Peoria, Ill.,
11:32 AM

Ambulance moved to the frontlines in Ukraine

First ambulance donated as part of OSF HealthCare-led effort now serving on the frontlines in the war-torn country

Central Illinois’ first ambulance delivered to Ukraine in early April has been moved to the front lines as the need for ambulances in the war-torn country continues to grow.

On March 29, an Advanced Medical Transport (AMT) of Central Illinois ambulance filled with supplies donated by AMT and OSF HealthCare and their Mission Partners (employees) left Chicago’s O’Hare International Airport for Ukraine.  

The ambulance made its way into Ukraine in early April where it was assigned to work in Kyiv, the nation’s capital. According to Ukrainian officials, during the past three months it has been used at a cardiac hospital transporting critical ill patients in need of life saving care.

That changed in early July when the ambulance was reassigned. It has now been moved to the Kharkiv region in the northeastern part of Ukraine- which is under constant attack from Russian missiles and rockets. 

The AMT ambulance and its Ukrainian crew will be responsible for providing life-saving care, which will include responding to areas of active conflict.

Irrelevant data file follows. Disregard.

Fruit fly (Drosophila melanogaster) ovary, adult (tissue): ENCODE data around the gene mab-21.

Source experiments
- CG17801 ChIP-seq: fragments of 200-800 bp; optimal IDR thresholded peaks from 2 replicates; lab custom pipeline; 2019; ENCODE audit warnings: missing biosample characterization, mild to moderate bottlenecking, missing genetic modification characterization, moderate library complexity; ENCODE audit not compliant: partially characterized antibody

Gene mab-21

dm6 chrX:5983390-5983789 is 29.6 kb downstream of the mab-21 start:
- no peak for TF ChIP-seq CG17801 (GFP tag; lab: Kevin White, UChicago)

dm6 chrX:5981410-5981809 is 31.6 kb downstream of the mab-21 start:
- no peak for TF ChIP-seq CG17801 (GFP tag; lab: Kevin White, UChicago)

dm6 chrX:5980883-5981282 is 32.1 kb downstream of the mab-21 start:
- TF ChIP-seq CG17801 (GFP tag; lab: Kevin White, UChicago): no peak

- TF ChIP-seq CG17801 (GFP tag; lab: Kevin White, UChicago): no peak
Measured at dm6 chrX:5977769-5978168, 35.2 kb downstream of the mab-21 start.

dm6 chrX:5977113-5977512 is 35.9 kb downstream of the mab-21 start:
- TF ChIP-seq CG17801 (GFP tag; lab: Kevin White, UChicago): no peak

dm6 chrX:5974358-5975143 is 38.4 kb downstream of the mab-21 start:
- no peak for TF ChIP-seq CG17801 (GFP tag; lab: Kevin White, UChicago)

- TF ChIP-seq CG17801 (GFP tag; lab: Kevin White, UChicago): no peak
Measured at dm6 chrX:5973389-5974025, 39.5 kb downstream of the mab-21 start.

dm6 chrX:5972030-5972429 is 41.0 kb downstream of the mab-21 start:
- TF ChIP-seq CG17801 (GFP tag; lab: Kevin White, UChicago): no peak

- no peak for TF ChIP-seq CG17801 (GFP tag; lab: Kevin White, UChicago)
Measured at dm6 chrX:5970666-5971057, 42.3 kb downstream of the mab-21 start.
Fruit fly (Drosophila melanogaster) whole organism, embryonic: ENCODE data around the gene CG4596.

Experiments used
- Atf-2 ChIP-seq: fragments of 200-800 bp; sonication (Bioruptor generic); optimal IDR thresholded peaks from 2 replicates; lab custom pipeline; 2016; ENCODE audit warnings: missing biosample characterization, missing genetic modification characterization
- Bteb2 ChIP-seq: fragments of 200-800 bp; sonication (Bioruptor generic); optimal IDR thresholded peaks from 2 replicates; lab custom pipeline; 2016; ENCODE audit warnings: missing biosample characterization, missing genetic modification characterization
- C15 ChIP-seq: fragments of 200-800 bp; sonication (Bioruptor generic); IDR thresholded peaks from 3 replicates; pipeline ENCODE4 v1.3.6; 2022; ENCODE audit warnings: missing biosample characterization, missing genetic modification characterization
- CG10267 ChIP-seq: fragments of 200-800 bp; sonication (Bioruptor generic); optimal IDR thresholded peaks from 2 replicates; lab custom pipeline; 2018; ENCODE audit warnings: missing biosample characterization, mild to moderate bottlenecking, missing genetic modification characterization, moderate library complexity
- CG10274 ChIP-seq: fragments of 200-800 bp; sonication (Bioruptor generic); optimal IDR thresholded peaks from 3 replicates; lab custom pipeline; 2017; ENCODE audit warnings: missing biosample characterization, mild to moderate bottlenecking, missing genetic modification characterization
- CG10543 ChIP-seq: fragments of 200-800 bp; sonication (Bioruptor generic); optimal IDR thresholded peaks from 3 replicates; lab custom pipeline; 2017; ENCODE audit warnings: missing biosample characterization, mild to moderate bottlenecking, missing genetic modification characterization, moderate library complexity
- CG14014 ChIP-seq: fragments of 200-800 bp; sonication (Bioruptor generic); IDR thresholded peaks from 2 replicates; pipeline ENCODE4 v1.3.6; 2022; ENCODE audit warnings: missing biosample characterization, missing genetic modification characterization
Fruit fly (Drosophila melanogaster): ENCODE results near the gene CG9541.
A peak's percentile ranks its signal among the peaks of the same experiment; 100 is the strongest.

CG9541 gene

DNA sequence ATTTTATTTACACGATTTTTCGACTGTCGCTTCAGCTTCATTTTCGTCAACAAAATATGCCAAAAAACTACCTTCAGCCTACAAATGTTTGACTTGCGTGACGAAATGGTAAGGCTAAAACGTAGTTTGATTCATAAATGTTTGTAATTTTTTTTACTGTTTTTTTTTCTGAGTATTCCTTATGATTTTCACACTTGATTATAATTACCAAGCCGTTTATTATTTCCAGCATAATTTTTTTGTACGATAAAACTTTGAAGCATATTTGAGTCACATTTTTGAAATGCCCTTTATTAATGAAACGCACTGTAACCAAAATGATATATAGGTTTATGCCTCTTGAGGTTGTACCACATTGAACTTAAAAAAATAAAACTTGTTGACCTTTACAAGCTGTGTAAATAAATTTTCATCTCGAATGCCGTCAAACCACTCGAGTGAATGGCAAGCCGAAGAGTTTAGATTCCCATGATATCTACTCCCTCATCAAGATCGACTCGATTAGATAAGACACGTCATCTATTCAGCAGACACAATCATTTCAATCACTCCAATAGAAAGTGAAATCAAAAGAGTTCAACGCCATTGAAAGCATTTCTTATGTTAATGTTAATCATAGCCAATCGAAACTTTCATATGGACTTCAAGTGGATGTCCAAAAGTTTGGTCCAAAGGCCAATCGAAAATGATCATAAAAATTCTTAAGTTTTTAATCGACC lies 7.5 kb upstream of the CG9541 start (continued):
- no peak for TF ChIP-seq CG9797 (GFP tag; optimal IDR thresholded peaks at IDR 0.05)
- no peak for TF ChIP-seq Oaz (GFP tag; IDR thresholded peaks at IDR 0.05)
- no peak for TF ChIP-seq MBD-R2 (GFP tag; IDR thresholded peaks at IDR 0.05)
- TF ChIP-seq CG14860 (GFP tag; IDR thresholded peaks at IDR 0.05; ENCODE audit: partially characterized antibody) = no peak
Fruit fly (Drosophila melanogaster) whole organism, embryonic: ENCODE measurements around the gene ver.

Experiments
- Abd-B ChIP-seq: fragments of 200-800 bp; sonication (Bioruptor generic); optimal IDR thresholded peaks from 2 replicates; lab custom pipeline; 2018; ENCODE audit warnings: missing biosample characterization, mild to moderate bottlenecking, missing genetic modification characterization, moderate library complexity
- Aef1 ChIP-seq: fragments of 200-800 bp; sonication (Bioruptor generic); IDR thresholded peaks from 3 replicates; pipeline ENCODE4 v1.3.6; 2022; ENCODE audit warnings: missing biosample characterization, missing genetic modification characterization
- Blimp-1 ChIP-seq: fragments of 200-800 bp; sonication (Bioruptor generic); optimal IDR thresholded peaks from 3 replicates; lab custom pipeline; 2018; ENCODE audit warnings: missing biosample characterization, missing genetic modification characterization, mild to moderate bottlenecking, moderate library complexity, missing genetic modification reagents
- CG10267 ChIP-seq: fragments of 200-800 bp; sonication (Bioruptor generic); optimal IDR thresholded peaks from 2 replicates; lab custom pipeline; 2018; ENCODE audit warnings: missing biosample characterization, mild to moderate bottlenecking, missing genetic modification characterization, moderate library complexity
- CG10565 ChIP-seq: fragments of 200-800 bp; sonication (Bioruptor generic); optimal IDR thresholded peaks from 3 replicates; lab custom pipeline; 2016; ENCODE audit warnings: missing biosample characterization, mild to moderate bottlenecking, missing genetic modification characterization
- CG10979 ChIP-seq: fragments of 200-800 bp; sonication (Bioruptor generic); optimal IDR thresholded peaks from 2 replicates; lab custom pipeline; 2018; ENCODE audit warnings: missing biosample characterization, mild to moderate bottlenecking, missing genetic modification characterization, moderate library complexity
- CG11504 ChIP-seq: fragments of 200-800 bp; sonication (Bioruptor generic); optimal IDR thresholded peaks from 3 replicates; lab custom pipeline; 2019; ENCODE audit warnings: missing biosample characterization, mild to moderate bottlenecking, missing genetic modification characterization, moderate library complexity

Chris Manson, Vice President of Government Relations for OSF HealthCare and who initiated the ambulance donation project, recently returned from a second trip to Ukraine where he was able to help drive an ambulance donated in the second wave into the country.

“It was gratifying to see the ambulances and medical supplies in-country and fulfilling a tremendous need. The Ukrainian teams I met with have been extremely appreciative of everything people in the U.S. are doing to help,” said Manson.

While the AMT of Central Illinois ambulance is the first ambulance to make it to Ukraine, a total of seven ambulances are now working in Ukraine. Four more are on their way to Ukraine by ship tomorrow with five more leaving in August. By early August three Illinois ambulances will be operating in Ukraine. Donated ambulances and the critical medical supplies they are filled with have come from across the United States.